Larry Borneisen, et al v. Capital One Financial Corp.


Opinion issued by court as to Appellants Larry Borneisen and Sherry Borneisen. Decision: Affirmed. Opinion type: Non-Published. Opinion method: Per Curiam.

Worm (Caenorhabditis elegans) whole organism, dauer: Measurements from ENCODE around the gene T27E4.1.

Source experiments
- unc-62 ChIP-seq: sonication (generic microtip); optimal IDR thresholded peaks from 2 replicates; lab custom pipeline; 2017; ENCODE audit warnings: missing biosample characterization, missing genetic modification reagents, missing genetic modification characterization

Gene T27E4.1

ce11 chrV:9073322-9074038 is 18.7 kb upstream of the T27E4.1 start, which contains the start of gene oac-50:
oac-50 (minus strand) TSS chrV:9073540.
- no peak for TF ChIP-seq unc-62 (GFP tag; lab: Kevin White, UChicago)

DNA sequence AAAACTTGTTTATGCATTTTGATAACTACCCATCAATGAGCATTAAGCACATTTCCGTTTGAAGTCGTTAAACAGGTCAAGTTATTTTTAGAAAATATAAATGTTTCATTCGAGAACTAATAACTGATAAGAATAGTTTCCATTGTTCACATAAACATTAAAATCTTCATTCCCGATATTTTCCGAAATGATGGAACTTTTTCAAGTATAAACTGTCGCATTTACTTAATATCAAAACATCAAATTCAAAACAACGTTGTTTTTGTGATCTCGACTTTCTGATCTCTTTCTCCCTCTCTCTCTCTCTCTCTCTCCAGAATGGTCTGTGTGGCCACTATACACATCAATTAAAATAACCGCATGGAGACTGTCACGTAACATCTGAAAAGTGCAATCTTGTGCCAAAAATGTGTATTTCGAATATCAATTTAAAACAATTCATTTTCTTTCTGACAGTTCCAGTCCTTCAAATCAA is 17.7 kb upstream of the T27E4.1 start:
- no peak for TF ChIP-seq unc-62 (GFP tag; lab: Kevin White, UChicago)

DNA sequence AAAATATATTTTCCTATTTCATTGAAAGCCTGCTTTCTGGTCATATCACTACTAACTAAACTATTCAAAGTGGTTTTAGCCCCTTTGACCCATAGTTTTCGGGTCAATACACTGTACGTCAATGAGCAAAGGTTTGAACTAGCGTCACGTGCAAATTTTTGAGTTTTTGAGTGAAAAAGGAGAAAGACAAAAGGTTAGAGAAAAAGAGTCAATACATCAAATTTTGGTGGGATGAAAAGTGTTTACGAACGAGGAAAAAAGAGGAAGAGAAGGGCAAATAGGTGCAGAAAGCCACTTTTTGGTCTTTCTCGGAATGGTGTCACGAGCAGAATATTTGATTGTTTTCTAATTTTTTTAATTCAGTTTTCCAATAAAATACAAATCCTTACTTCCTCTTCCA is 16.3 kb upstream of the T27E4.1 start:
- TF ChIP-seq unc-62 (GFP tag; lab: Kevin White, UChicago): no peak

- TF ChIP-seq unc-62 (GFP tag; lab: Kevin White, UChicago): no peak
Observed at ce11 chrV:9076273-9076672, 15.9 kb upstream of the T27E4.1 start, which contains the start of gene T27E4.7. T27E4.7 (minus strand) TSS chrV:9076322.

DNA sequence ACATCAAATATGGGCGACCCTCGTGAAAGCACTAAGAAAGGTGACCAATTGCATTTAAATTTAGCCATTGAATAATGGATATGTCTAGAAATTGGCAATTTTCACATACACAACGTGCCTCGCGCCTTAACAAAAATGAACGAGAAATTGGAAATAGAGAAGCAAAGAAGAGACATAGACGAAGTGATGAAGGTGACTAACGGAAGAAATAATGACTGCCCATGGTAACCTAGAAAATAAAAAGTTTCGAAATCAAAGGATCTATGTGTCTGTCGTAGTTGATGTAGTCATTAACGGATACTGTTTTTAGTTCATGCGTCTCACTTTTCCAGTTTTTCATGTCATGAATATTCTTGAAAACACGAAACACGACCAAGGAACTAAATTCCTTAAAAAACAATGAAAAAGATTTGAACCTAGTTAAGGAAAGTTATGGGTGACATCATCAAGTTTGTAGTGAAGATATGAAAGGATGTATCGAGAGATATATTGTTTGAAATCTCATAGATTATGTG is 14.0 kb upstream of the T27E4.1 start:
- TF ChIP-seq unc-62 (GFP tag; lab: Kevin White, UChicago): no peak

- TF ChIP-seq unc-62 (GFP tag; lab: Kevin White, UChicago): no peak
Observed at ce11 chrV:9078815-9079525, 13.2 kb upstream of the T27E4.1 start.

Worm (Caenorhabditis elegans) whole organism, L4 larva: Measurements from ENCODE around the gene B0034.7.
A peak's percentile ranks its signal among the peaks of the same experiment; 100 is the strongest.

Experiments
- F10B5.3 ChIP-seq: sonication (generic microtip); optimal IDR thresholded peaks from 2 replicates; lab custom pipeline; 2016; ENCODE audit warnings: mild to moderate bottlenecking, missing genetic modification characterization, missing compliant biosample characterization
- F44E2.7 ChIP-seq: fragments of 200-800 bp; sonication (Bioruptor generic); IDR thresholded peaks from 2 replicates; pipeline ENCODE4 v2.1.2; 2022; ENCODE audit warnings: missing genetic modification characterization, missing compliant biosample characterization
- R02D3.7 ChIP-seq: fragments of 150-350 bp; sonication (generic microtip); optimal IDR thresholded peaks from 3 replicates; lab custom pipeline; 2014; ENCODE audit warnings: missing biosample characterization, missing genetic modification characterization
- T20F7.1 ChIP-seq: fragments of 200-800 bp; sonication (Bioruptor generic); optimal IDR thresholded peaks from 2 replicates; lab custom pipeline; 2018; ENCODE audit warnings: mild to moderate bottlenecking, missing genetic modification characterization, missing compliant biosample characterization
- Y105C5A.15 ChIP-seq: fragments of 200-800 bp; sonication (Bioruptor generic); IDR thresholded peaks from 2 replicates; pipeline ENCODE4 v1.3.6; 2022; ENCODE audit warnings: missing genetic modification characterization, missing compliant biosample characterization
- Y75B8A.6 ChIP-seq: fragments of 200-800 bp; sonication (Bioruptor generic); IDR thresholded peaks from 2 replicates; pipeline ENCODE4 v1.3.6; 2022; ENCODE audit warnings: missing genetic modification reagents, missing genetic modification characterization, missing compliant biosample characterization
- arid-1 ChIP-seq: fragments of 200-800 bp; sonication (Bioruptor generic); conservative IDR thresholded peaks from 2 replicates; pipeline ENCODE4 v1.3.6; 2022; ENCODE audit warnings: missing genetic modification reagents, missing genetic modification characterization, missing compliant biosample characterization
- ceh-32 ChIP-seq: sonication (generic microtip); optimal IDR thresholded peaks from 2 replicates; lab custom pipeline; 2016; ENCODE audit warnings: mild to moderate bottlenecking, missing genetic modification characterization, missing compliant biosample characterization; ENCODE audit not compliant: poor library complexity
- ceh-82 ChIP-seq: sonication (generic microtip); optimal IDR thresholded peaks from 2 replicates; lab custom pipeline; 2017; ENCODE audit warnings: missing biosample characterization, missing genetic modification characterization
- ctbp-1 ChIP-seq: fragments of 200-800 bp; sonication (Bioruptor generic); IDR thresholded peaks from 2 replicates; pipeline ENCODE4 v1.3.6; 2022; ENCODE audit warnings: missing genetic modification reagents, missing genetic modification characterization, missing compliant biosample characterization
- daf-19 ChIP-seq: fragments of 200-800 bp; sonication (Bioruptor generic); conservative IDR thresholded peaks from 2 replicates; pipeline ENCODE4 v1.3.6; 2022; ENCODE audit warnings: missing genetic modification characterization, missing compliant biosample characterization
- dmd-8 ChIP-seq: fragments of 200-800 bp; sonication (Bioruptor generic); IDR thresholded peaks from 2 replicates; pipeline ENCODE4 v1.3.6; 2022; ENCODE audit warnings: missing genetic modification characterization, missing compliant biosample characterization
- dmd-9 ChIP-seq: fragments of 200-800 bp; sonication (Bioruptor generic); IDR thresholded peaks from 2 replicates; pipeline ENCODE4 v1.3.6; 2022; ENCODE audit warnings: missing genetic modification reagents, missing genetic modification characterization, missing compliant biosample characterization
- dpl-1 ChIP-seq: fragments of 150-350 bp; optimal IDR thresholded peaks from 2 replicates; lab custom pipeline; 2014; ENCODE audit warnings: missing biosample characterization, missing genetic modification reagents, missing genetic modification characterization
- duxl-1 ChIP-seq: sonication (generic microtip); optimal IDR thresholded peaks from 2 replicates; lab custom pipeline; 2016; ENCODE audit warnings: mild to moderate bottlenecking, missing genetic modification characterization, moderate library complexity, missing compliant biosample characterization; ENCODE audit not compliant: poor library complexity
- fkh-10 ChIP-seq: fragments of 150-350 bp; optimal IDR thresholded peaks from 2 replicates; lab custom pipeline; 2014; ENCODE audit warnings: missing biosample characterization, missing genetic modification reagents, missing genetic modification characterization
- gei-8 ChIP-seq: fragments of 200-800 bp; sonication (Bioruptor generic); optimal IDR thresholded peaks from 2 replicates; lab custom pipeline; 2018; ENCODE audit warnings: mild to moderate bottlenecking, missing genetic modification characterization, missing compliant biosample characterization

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Case: 11-15337 Date Filed: 09/18/2012 Page: 1 of 19 [DO NOT PUBLISH] IN THE UNITED STATES COURT OF APPEALS FOR THE ELEVENTH CIRCUIT ________________________ No. 11-15337 ________________________ D. C. Docket No. 8:09-cv-02539-EAK-TGW LARRY BORNEISEN, SHERRY BORNEISEN, Plaintiffs-Appellants, versus CAPITAL ONE FINANCIAL CORPORATION, d.b.a. Capital One Bank, Defendant-Appellee. ________________________ Appeal from the United States District Court for the Middle District of Florida _________________________ (September 18, 2012) Before HULL, MARCUS and HILL, Circuit Judges. PER CURIAM: Case: 11-15337 Date Filed: 09/18/2012 Page: 2 of 19 Plaintiffs Larry and Sherry Borneisen appeal the district court’s summary judgment in favor of Defendant Capital One Financial Corporation (“Capital One”) on the Borneisens’ state-law civil claims for trespass, invasion of privacy, intentional infliction of emotional distress, assault, battery, false imprisonment, malicious prosecution, and abuse of process. After review of the record and with the benefit of oral argument, we affirm. I. BACKGROUND A. The Borneisens’ Delinquent Accounts Plaintiffs Larry and Sherry Borneisen each had two separate credit card accounts with Defendant Capital One. The Borneisens failed to make their minimum monthly payments on those accounts. On April 12, 2008, Larry Borneisen received a call from Capital One about his delinquent accounts. Larry Borneisen demanded that Capital One cease calling him and alleged that the Capital One representative responded that Capital One would call “as many times per day as wanted” and would call “all day every day until you pay this.” Larry Borneisen did not dispute that he owed Capital One the amount it sought to collect from him. B. Larry Borneisen’s Threatening Phone Call 2 Case: 11-15337 Date Filed: 09/18/2012 Page: 3 of 19 Five minutes after receiving the call from Capital One, Larry Borneisen called Capital One’s customer call center in Virginia. The call was transferred to Alexandria Wilson, a “Risk Specialist” at the call center. This phone call was not recorded, and the course of the conversation between Wilson and Larry Borneisen is the subject of some dispute. However, the following details are not disputed. Wilson first verified Larry Borneisen’s identity. At one point during the call, Larry Borneisen said to Wilson, “What, you dumb bitch, . . . you think I don’t know where Glen Allen, Virginia, is?” In his deposition, Borneisen admitted that he said this to Wilson, and he explained that he knew where Glen Allen, Virginia was “[b]ecause I grew up there. My first apartment was right next door.” In his deposition, Borneisen also admitted asking Wilson, “What do I got to do, come up there and put my foot in your ass for you to stop calling me 8, 10 times a day?” In her contemporaneous notes from the phone call, Wilson noted that Borneisen threatened to “walk into Glen Allen and shoot everybody in there and stated that he is not paying” on his account. In a written statement prepared the same day, Wilson summarized the call, and Larry Borneisen’s threats, as follows: Primary card holder called around 12:00 pm noon on 04/12/2008 and stated that we continue to call him and we need to stop because he is not making a payment on the account that he has with Capital One. He proceeded to talk about this lump sum of money that he was getting from his previous employer and that he could leave the states and that 3 Case: 11-15337 Date Filed: 09/18/2012 Page: 4 of 19 he could buy Capital One. Card holder started to curse at me, [I] informed him that I would disconnect the call if he continued[.] I was called every name but my name [and] then he stated that he knew where Glen Allen was located and that he was going to blow the place up. (emphasis added). About 40 minutes after receiving Larry Borneisen’s threatening phone call, Wilson reported to her supervisor that an upset customer had threatened to blow up the call center.1 Wilson’s supervisor recalled that Wilson was worried about the call because “she didn’t know what [Borneisen] would be capable of.” Wilson’s supervisor duly notified Capital One’s security personnel of the threat, and, pursuant to Capital One’s policy for handling threatening phone calls, security personnel informed the local police department. C. Local Police Investigation Corporal David E. Ford of the Chesterfield County Police Department responded to the call for service at the call center. Corporal Ford interviewed Wilson, who stated that Larry Borneisen “was upset because of some correspondence he had received from Capital One and some phone calls about a delinquent account of his; that he had made some statements that—to the effect of he knew where Glen Allen was located and that he would come up there and blow 1 Another customer call was automatically forwarded to Wilson after she terminated the call with Borneisen, but she reported the incident to her supervisor promptly after that next call. 4 Case: 11-15337 Date Filed: 09/18/2012 Page: 5 of 19 the place up.” Corporal Ford told Wilson that it was important that she recall Borneisen’s words as accurately as she could, and Wilson “repeated that statement to [Corporal Ford] again, and then she stated that she . . . could not say that was his words word-for-word but that that was what he said.” Corporal Ford prepared a detailed report of his investigation. In his report, Corporal Ford stated that he asked Wilson why Borneisen would mention Capital One’s office in Glen Allen, Virginia, when the call center where she worked was in Chester, Virginia. Wilson responded that the Glen Allen office was listed on all letter correspondence that Borneisen would have received from Capital One. Wilson believed that Borneisen did not realize that he was speaking to an employee at a different location. At the request of his police department, Corporal Ford relayed the results of his investigation to Special Agent Eric Morefield, a bomb technician at a Richmond, Virginia field office of the Federal Bureau of Investigation (“FBI”). Corporal Ford testified that no one at Capital One ever requested that Borneisen be arrested or prosecuted, and no one at Capital One requested Corporal Ford to contact the FBI. In fact, after completing his initial investigation, the only contact that Corporal Ford had with Capital One was when Capital One contacted him 5 Case: 11-15337 Date Filed: 09/18/2012 Page: 6 of 19 several days later to inform him that the phone call between Borneisen and Wilson had not been recorded. D. FBI Investigation After receiving Corporal Ford’s report, Agent Morefield began his own investigation. In determining whether there was probable cause for Borneisen’s arrest, Agent Morefield “carefully reviewed the written statement that Ms. Wilson gave to the Chesterfield Police as part of the totality of the circumstances surrounding the threatening phone call from Mr. Borneisen.” Agent Morefield “found no reason to doubt Ms. Wilson’s veracity in the statement given to the police, nor did [he] find any grounds to suspect that she intended to give a false report to law enforcement regarding Mr. Borneisen.” Agent Morefield specifically noted that there was no evidence of a pre-existing relationship between Wilson and Borneisen and that “private citizens rarely make a random criminal report against a stranger, or give sworn statements to law enforcement against a stranger without facts.” Furthermore, Agent Morefield noted that Wilson did not report the call directly to law enforcement and did not complete a police report. She reported the matter to her supervisor as workrelated, and her only interaction with law enforcement was her responding to questions by Corporal Ford. Additionally, “it did not appear that Ms. Wilson 6 Case: 11-15337 Date Filed: 09/18/2012 Page: 7 of 19 stood to gain anything by reporting the telephone call to her supervisor at Capital One.” Accordingly, Agent Morefield considered the statements provided to the Chesterfield Police Department as a “good-citizen report,” a term of art used by law enforcement to describe “reliable reports of information provided to law enforcement made by a private citizen regarding possible criminal activity.” As part of his investigation, Agent Morefield also reviewed Larry Borneisen’s criminal history, which spanned three decades between 1976 and 2004. Borneisen’s criminal history included, inter alia, several misdemeanor assault convictions, a charge for felony breaking and entering, and two charges for aggravated assault with a firearm. Agent Morefield “considered Mr. Borneisen’s history of arrests for violent crimes, continuing over several decades, to contribute to a finding of probable cause for his arrest on suspicion of making a bomb threat to Capital One.” During his investigation, Agent Morefield’s only communication with Capital One was a telephone call to determine whether Borneisen’s threatening phone call was recorded. Capital One confirmed that the phone call was not recorded. Agent Morefield averred that Capital One “had no other input into [his] investigation” and “did not request that [he] seek Mr. Borneisen’s arrest or take any other action of any kind.” 7 Case: 11-15337 Date Filed: 09/18/2012 Page: 8 of 19 E. Borneisen is Charged and Arrested On April 14, 2008, Agent Morefield filed a criminal complaint in the U.S. District Court for the Eastern District of Virginia. The complaint and accompanying “Affidavit in Support of Complaint and Arrest Warrant” alleged that Borneisen made a “telephonic bomb threat” in violation of 18 U.S.C. § 844(e).2 After reviewing the complaint and affidavit, a U.S. magistrate judge found probable cause and issued a warrant for Borneisen’s arrest. On the morning of April 15, 2008, three days after Borneisen’s threatening phone call, the FBI arrived at the Borneisens’ residence in Tampa, Florida, to effect Larry Borneisen’s arrest. When law enforcement arrived, Borneisen came outside and told law enforcement “that they were armed trespassers and that they needed to remove themselves from my property.” The officers stated that they had a warrant for Larry Borneisen’s arrest, and Borneisen warned them not to “manhandle me” because he had shoulder and back problems. Law enforcement officers arrested Borneisen without incident. In his deposition, Borneisen conceded that the officers “actually . . . were very gentle with me.” No one from 2 Section 844(e) provides: “Whoever, through the use of the . . . telephone . . . willfully makes any threat . . . to kill, injure, or intimidate any individual or unlawfully to damage or destroy any building, vehicle, or other real or personal property by means of fire or an explosive shall be imprisoned for not more than 10 years or fined under this title, or both.” 18 U.S.C. § 844(e). 8 Case: 11-15337 Date Filed: 09/18/2012 Page: 9 of 19 Capital One was present at the scene or even aware that Larry Borneisen had been arrested. While effecting Larry Borneisen’s arrest, the law enforcement officers also asked Sherry Borneisen for consent to search the Borneisens’ home and vehicles. Sherry Borneisen signed a consent-to-search form allowing the officers to search the Borneisens’ home and vehicles. F. Indictment and Dismissal of Indictment On May 7, 2008, a grand jury in the Eastern District of Virginia indicted Larry Borneisen for violating 18 U.S.C. § 844(e) by using a telephone to “willfully threaten[] to blow up the Capital One facility . . . by means of fire and explosives.” In September 2008, the United States moved to dismiss the indictment under Federal Rule of Criminal Procedure 48(a). The district court dismissed the indictment on September 8, 2008. G. The Borneisens Sue Capital One In December 2008, the Borneisens sued Capital One in state court for trespass, invasion of privacy, intentional infliction of emotional distress, assault, 9 Case: 11-15337 Date Filed: 09/18/2012 Page: 10 of 19 battery, false imprisonment, malicious prosecution, and abuse of process.3 In December 2009, Capital One removed the action to federal court. In January 2011, Capital One moved for summary judgment on all of the claims. On September 13, 2011, the district court entered a thorough order granting summary judgment for Capital One and against the Borneisens on each of the claims. On October 13, 2011, the district court entered a final judgment in favor of Capital One and against the Borneisens. The Borneisens now appeal. II. DISCUSSION On appeal, the Borneisens argue that there was “sufficient evidence . . . to withstand Capital One’s motion for summary judgment” as to each of their claims.4 We address these claims in turn. A. Claims for Trespass, Invasion of Privacy, Assault, Battery, and False Imprisonment 3 The Borneisens also brought a claim for unlawful debt collection in violation of the Florida Consumer Collection Practices Act (“FCCPA”), §§ 559.55 to 559.785, Florida Statutes. Although the district court denied summary judgment on the Borneisens’ FCCPA claim, the parties subsequently moved to dismiss the FCCPA claim with prejudice. The district court dismissed the claim, and it is not before us on appeal. 4 We review de novo the district court’s grant of summary judgment. Jones v. UPS Ground Freight, 683 F.3d 1283, 1291–92 (11th Cir. 2012). 10 Case: 11-15337 Date Filed: 09/18/2012 Page: 11 of 19 The gravamen of the Borneisens’ claims for trespass, invasion of privacy,5 assault, battery, and false imprisonment is that Wilson falsely reported a bomb threat and that this false report caused the Borneisens’ harm at the hands of the law enforcement officers that arrested Borneisen at his home in Florida. The Borneisens’ theory of liability would require a finding that the law enforcement officers—who were serving a valid arrest warrant issued following a probable-cause finding by a U.S. magistrate judge in Virginia—were acting as agents of Capital One. As the district court noted, there is no evidence that any agent of Capital One has ever entered the Borneisens’ property, and no one from Capital One was present or participated in the arrest. There is no evidence that anyone from Capital One ever requested that Borneisen be charged or arrested. Indeed, the only people to enter the Borneisens’ property were law enforcement officers, and those officers were acting pursuant to a warrant issued following independent investigations by the local police and the FBI. And the issuance of the warrant precluded any action against the law enforcement officers.6 5 The Borneisens’ sole ground for their invasion of privacy claim is that “an invasion of privacy “was substantially certain to result from the false report[s]” of Capital One employees. 6 See Guin v. City of Riviera Beach, 388 So. 2d 604, 606 (Fla. 4th DCA 1980) (rejecting trespass claim because “law enforcement personnel have a right, under appropriate circumstances, to enter upon private property”); City of St. Petersburg v. Reed, 330 So. 2d 256, 257 (Fla. 2d DCA 1976) (rejecting assault and battery claims against a police officer because, “when an officer has reasonable grounds to believe one has committed a felony, the officer is 11 Case: 11-15337 Date Filed: 09/18/2012 Page: 12 of 19 The law enforcement officers acted independently and without the instigation (or even knowledge) of anyone at Capital One. Furthermore, the Borneisens’ theory of liability would also discourage private citizens from reporting criminal activity to law enforcement. For this reason, Florida recognizes a “privilege of private citizens to provide, without fear of subsequent tort liability, information about suspected criminal activities to law enforcement officials, even where the information was mistaken, and the providing of such information constituted the principal cause of imprisonment.” Pokorkny v. First Fed. Savs. & Loan Ass’n of Largo, 382 So. 2d 678, 682 (Fla. 1980). Thus, “under Florida law a private citizen may not be held liable in tort where he neither actually detained another nor instigated the other’s arrest by law enforcement officers.” Id. “If the private citizen makes an honest, good faith mistake in reporting an incident, the mere fact that his communication to an officer may have caused the victim’s arrest does not make him liable when he did not in fact request any detention.” Id. To recover for false imprisonment, the Borneisens must also show that Capital One “was personally involved in detaining the victim.” Id. entitled to use force which is reasonably necessary to capture him, even to the extent of killing or wounding him”); Jackson v. Navarro, 665 So. 2d 340, 341-42 (Fla. 4th DCA 1995) (rejecting false-imprisonment claim based on officer’s arrest pursuant to a valid warrant). 12 Case: 11-15337 Date Filed: 09/18/2012 Page: 13 of 19 Here, Wilson undoubtedly acted reasonably in reporting Larry Borneisen’s threatening phone call to her supervisor, and Capital One undoubtedly acted reasonably in reporting the threat to law enforcement. Although Larry Borneisen disputes that he made a bomb threat specifically, he admitted in his deposition to making the following statement during the phone call: “What, you dumb bitch, . . . you think I don’t know where Glen Allen, Virginia is?” Borneisen explained that he knew where Glen Allen was “[b]ecause I grew up there. My first apartment was right next door.” In his deposition, Borneisen also admitted asking, “What do I got to do, come up there and put my foot in your ass for you to stop calling me 8, 10 times a day?” The combination of these two statements—one noting his knowledge of where to find Wilson and one threatening to come to the call center to put a “foot in your ass”—were sufficiently menacing to warrant reporting the threatening call to law enforcement irrespective of whether the threat was a “bomb threat” or a veiled threat to beat a Capital One employee. And even if Wilson incorrectly reported a bomb threat instead of Borneisen’s personal threat to beat her, no Capital One employee or agent “was personally involved in detaining” Borneisen. See Pokorny, 382 So. 2d at 682. Accordingly, these claims fail. B. Intentional Infliction of Emotional Distress 13 Case: 11-15337 Date Filed: 09/18/2012 Page: 14 of 19 The Borneisens’ intentional infliction of emotional distress claim is also based on Wilson’s allegedly false report that Borneisen threatened to blow up the Capital One facility. The Borneisens may recover for intentional infliction of emotional distress only if Capital One’s conduct was “so outrageous in character, and so extreme in degree, as to go beyond all possible bounds of decency, and to be regarded as atrocious and utterly intolerable in a civilized community.” Johnson v. Thigpen, 788 So. 2d 410, 412–13 (Fla. 1st DCA 2001). “Generally, the case is one in which the recitation of facts to an average member of the community would arouse his resentment against the actor, and lead him to exclaim, ‘Outrageous!’” Id. Whether alleged conduct rises to this level is a question of law. Gandy v. Trans World Computer Tech. Grp., 787 So. 2d 116, 119 (Fla. 2d DCA 2001). We agree with the district court that Capital One did not act outrageously. As a Capital One employee, Wilson notified her supervisor that she had received a threatening phone call, and Capital One notified the police that it had received the call. Even if Larry Borneisen never made a bomb threat, he admitted that he was threatening in the phone call, Wilson perceived Borneisen’s words as threatening, and it was therefore eminently reasonable (and certainly not outrageous) for 14 Case: 11-15337 Date Filed: 09/18/2012 Page: 15 of 19 Capital One to report Borneisen’s behavior to law enforcement. The Borneisens’ claim for intentional infliction of emotional distress fails. C. Malicious Prosecution The Borneisens next argue that the district court erred in rejecting their claim for malicious prosecution. To establish a claim for malicious prosecution, the Borneisens must show that: (1) “an original criminal or civil judicial proceeding against [Larry Borneisen] was commenced or continued”; (2) Capital One “was the legal cause of the original proceeding against [Borneisen] as the defendant in the original proceeding”; (3) the termination of the original proceeding constituted a bona fide termination of that proceeding in favor of Borneisen; (4) there was no probable cause for the original proceeding; (5) Capital One acted with malice; and (6) Borneisen suffered damage as a result of the original proceeding. Alterra Healthcare Corp. v. Campbell, 78 So. 3d 595, 602 (Fla. 2d DCA 2011). The Borneisens’ malicious prosecution claim fails because they cannot show that Capital One was the legal cause of Borneisen’s prosecution. To make such a showing, Borneisen had to show that Capital One “instigated” the prosecution. Orr v. Belk Lindsey Stores, Inc., 462 So. 2d 112, 114 (Fla. 5th DCA 1985). “The general rule is that if the defendant merely gives a statement to the 15 Case: 11-15337 Date Filed: 09/18/2012 Page: 16 of 19 proper authorities, leaving the decision to prosecute entirely to the uncontrolled discretion of the officer or if the officer makes an independent investigation, the defendant is not regarded as having instigated the proceeding.” Id. Nevertheless, if “the defendant’s persuasion is the determining factor in inducing the officer’s decision or if he gives information which he knew to be false and so unduly influences the authorities, then the defendant may be held liable.” Id. Here, Wilson reported to her supervisor that Borneisen had called in a bomb threat, Wilson’s supervisor reported the threat to Capital One’s security team, and Capital One’s security team reported the threat to the local police, who conducted an independent investigation and then spoke to the FBI. The FBI then conducted its own independent investigation, which included a review of Borneisen’s extensive criminal history, and concluded that there was probable cause for Borneisen’s arrest. After Borneisen’s arrest, a grand jury found probable cause to indict him. At no point did anyone from Capital One contact the FBI or urge Borneisen’s prosecution. Rather, the record contains no evidence that anyone at Capital One even knew the federal government planned to prosecute Borneisen. Under these circumstances, where Capital One merely relayed Wilson’s report of criminal activity (and no one at Capital One had any reason to doubt Wilson’s report), Capital One was not the legal cause of Borneisen’s prosecution. 16 Case: 11-15337 Date Filed: 09/18/2012 Page: 17 of 19 Additionally, although Larry Borneisen denies making the bomb threat, this denial does not necessarily establish that Wilson knew that her report of a bomb threat was false. As explained above, Borneisen made, at minimum, veiled threats to Wilson that included an express statement that Borneisen knew where she was located. There is no evidence in the record showing that Wilson knew any of her statements were false. But even if Borneisen’s denial creates an issue of Wilson’s knowledge, there is, importantly, no evidence that Wilson’s superiors at Capital One knew that Wilson’s report was false and knowingly passed on false information. And there is also no evidence that anyone else at Capital One knowingly gave false information to the authorities. In sum, Borneisen’s prosecution resulted from the independent investigation of an FBI agent and a probable-cause determination by a U.S. magistrate judge in Virginia, not from any action by Capital One. Accordingly, the malicious prosecution claim fails. D. Abuse of Process Finally, the Borneisens argue that the district court erred in rejecting their claim for abuse of process. “A cause of action for abuse of process requires proof that: (1) the defendant made an illegal, improper, or perverted use of process; (2) the defendant had an ulterior motive or purpose in exercising the illegal, improper or perverted process; and (3) the plaintiff was injured as a result of defendant’s 17 Case: 11-15337 Date Filed: 09/18/2012 Page: 18 of 19 action.” Thomson McKinnon Sec., Inc. v. Light, 534 So. 2d 757, 760 (Fla. 3d DCA 1988). As the district court noted, the record is devoid of any evidence that Capital One “made an illegal, improper, or perverted use of process.” See id. In fact, there is no evidence that Capital One made any use of process at all. The only “process” that Capital One possibly could have abused were the arrest-warrant proceedings, the grand-jury proceedings, or the criminal proceedings. But there is no evidence that Capital One initiated, supported, or maintained any of those proceedings. The record shows that Capital One was unaware that those proceedings were even occurring. See U.S. Steel, LLC v. Tieco, Inc., 261 F.3d 1275, 1292 (11th Cir. 2001) (rejecting abuse-of-process claim because there was no evidence that the defendant “controlled or influenced, or even participated in, the decision to seek and execute the warrant”). Furthermore, “abuse of process requires an act constituting the misuse of process after it issues. The maliciousness or lack of foundation of the asserted cause of action itself is actually irrelevant to the tort of abuse of process.” Cazares v. Church of Scientology of Cal., Inc., 444 So. 2d 442, 444 (Fla. 5th DCA 1983). The Borneisens failed to present any evidence of any improper action by Capital One after process issued. The alleged misconduct—the allegedly false report of a 18 Case: 11-15337 Date Filed: 09/18/2012 Page: 19 of 19 bomb threat—occurred prior to the commencement of the criminal proceedings. Accordingly, the Borneisens’ abuse-of-process claim fails. AFFIRMED. 19